Mrs Grieve on Mint
Type of Spiritual Experience
A carminative, also known as carminativum (plural carminativa), is an herb or preparation that either prevents formation of gas in the gastrointestinal tract or facilitates the expulsion of said gas, thereby combatting flatulence. Carminatives have been shown to decrease lower esophageal pressure, which on the other hand increases the risk of gastroesophageal reflux disease (GERD) with 'heartburn' as the most common symptom
Rather than use an extract oil use the herb fresh
A description of the experience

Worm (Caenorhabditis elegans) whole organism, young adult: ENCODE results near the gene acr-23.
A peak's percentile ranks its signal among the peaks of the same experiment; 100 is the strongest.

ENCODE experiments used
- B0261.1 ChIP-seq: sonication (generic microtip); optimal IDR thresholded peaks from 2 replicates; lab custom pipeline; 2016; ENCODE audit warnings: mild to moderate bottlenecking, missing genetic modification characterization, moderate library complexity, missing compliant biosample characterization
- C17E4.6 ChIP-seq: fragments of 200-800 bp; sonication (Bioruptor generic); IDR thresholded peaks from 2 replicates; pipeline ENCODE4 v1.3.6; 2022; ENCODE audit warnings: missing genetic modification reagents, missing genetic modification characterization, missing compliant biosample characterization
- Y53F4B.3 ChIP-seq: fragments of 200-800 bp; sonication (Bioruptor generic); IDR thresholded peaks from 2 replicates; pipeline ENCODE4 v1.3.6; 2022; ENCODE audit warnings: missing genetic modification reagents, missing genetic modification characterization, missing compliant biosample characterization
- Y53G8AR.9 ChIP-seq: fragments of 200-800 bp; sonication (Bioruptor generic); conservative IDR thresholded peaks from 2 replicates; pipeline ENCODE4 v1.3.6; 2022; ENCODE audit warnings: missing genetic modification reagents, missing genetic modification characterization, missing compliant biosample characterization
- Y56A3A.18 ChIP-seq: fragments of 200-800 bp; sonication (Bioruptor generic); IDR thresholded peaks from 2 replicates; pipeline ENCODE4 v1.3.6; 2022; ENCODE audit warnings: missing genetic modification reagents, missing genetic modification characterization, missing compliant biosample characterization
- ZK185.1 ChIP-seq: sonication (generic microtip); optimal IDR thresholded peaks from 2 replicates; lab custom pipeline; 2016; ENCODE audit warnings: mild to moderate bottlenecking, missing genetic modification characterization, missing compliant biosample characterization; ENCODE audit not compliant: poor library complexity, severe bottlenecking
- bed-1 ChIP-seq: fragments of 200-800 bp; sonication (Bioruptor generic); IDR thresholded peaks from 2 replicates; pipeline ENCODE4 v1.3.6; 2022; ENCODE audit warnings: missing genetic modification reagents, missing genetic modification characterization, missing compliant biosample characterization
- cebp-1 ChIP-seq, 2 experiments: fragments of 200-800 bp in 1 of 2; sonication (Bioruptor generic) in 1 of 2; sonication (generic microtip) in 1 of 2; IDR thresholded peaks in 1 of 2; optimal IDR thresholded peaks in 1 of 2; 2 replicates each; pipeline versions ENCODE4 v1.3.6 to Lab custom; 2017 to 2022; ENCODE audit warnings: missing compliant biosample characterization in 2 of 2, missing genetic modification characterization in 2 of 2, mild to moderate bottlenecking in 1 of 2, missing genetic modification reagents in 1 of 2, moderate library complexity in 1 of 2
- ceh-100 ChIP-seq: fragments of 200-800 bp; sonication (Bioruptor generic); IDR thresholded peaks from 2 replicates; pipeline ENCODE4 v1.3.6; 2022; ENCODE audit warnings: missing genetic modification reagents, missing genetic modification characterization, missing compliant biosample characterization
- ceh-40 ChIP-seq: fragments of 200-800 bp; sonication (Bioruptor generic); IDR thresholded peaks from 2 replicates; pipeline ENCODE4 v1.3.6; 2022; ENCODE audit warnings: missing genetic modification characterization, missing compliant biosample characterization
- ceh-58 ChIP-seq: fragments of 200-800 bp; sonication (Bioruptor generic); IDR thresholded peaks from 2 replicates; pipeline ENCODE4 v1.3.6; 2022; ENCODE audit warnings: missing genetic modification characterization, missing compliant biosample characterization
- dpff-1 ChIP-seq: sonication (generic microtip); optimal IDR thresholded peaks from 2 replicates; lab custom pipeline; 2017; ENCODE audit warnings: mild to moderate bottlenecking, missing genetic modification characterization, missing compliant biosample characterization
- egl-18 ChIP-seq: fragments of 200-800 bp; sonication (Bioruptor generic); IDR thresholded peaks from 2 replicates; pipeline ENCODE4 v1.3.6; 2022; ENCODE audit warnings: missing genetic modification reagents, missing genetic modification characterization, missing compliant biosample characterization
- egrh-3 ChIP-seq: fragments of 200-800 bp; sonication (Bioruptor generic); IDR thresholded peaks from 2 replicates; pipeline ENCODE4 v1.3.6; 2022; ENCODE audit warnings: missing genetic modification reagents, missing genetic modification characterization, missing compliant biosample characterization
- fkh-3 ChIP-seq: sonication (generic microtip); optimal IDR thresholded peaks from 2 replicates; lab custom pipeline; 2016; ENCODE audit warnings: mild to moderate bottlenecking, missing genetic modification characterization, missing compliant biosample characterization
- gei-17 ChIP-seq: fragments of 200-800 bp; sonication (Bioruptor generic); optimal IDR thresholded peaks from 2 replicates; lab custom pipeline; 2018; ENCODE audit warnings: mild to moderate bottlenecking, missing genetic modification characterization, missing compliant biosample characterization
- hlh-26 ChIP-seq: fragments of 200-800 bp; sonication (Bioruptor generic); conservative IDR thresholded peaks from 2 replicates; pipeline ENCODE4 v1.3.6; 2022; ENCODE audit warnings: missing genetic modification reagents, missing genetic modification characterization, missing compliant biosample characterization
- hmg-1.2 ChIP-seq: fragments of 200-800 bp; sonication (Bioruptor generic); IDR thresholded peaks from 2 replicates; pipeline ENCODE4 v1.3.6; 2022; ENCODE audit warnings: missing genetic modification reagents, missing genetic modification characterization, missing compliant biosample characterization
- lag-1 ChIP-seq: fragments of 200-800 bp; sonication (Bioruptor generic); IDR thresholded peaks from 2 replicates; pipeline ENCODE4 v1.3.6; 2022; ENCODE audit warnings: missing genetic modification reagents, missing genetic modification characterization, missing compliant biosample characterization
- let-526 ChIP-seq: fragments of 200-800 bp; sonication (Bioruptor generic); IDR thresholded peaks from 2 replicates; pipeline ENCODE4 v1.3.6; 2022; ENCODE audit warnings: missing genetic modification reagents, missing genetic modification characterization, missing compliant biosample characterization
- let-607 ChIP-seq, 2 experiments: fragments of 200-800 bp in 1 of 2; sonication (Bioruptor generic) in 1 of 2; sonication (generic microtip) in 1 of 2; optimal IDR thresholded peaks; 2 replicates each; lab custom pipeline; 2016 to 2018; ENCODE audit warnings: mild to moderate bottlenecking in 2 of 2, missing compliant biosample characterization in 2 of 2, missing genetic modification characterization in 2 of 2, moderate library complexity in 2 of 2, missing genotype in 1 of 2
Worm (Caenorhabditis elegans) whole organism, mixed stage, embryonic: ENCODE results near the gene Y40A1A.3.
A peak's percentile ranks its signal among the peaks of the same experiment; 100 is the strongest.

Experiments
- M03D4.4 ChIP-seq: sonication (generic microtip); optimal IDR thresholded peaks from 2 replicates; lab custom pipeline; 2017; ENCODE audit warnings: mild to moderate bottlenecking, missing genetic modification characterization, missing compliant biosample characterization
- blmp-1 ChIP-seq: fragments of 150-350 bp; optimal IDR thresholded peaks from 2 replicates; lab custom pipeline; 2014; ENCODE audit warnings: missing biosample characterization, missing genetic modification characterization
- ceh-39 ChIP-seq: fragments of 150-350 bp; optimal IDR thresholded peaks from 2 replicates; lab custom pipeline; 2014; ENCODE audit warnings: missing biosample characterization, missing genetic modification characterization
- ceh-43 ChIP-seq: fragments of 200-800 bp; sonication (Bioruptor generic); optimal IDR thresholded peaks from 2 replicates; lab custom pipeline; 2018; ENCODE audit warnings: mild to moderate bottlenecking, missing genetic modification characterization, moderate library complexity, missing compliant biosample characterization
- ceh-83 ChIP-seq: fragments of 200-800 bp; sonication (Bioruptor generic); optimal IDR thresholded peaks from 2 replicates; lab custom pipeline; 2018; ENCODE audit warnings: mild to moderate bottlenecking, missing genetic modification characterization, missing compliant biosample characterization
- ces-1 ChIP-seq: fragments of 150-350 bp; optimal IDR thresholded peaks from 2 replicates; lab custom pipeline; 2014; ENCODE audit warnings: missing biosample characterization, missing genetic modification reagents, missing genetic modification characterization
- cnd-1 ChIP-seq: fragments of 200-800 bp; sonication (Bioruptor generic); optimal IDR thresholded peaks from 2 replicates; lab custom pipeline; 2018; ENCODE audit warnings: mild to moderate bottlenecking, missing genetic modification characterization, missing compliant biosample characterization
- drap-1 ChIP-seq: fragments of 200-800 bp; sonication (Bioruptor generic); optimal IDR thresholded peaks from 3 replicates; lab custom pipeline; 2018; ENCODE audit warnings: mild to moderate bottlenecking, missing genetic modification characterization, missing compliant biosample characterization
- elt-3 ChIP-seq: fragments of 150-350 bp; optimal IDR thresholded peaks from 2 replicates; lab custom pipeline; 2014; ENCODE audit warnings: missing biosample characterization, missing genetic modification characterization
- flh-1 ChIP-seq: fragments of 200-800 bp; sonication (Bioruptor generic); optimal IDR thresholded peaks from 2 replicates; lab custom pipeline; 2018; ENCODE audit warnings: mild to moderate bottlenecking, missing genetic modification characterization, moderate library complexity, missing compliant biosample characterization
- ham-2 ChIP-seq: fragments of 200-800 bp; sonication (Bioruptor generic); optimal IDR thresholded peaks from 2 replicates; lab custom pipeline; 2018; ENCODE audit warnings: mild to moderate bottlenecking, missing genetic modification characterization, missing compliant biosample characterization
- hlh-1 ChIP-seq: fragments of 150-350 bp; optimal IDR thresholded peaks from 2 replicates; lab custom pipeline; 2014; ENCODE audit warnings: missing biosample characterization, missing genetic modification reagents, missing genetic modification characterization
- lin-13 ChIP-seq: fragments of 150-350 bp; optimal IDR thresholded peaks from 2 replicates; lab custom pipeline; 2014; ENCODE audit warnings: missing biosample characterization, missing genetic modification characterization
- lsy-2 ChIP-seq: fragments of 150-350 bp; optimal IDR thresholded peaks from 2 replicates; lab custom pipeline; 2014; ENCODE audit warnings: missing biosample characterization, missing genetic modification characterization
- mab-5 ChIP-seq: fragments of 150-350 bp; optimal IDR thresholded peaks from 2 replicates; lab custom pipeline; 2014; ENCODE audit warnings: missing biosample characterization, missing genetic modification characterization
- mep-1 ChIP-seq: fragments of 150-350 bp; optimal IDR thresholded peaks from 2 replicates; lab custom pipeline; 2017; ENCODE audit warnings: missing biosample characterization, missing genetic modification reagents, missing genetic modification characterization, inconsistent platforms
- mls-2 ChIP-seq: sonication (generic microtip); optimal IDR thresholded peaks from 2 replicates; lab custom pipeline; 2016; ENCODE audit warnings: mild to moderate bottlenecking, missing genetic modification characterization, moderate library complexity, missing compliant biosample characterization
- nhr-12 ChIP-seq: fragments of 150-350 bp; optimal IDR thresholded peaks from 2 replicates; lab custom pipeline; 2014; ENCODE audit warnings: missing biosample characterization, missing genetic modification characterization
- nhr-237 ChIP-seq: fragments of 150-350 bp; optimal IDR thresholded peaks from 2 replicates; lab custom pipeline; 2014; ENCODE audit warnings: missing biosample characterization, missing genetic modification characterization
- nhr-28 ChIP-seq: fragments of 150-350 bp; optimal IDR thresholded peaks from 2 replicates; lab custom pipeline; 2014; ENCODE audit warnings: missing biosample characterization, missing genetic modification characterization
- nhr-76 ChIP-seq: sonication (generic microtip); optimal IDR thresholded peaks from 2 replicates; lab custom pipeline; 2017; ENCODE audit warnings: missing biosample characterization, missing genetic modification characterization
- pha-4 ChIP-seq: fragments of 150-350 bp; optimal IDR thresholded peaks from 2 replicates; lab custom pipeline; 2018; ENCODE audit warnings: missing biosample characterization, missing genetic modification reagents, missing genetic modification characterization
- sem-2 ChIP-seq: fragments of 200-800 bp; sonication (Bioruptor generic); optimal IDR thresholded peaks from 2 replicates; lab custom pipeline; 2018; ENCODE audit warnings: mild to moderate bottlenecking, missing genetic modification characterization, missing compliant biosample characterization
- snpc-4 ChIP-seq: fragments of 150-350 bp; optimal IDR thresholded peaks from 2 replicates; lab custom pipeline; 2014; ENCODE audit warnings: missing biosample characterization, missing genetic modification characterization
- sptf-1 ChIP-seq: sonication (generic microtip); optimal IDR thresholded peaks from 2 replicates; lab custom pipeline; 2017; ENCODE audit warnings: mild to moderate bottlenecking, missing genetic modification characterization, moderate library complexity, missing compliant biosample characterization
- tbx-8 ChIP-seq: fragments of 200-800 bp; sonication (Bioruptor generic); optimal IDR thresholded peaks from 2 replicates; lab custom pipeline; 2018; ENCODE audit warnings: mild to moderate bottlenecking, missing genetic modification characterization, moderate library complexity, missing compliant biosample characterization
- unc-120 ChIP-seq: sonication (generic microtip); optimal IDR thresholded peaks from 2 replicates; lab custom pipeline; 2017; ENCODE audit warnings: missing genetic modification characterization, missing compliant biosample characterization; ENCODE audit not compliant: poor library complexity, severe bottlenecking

---Medicinal Action and Uses---Spearmint is chiefly used for culinary purposes. The properties of Spearmint oil resemble those of Peppermint, being stimulant, carminative and antispasmodic, but its effects are less powerful, and it is less used than Peppermint, though it is better adapted for children's maladies. From 2 to 5 drops may be given on sugar, or from 1/2 to 1 teaspoonful of spirit of Spearmint, with 2 tablespoonsful of water. Spearmint oil is added to many compounds on account of its carminative properties, and because its taste is pleasanter and less strong than Peppermint. A distilled water of Spearmint will relieve hiccough and flatulence as well as the giddiness of indigestion. For infantile trouble generally, the sweetened infusion is an excellent remedy, and is also a pleasant beverage in fevers, inflammatory diseases, etc. Make the infusion by pouring a pint of boiling water on an ounce of the dried herb; the strained-off liquid is taken in doses of a wineglassful or less. It is considered a specific in allaying nausea and vomiting and will relieve the pain of colic. A homoeopathic tincture prepared from the fresh plant in flower has been found serviceable in strangury, gravel, and as a local application in painful haemorrhoids. Its principal employment is for its febrifuge and diuretic virtues.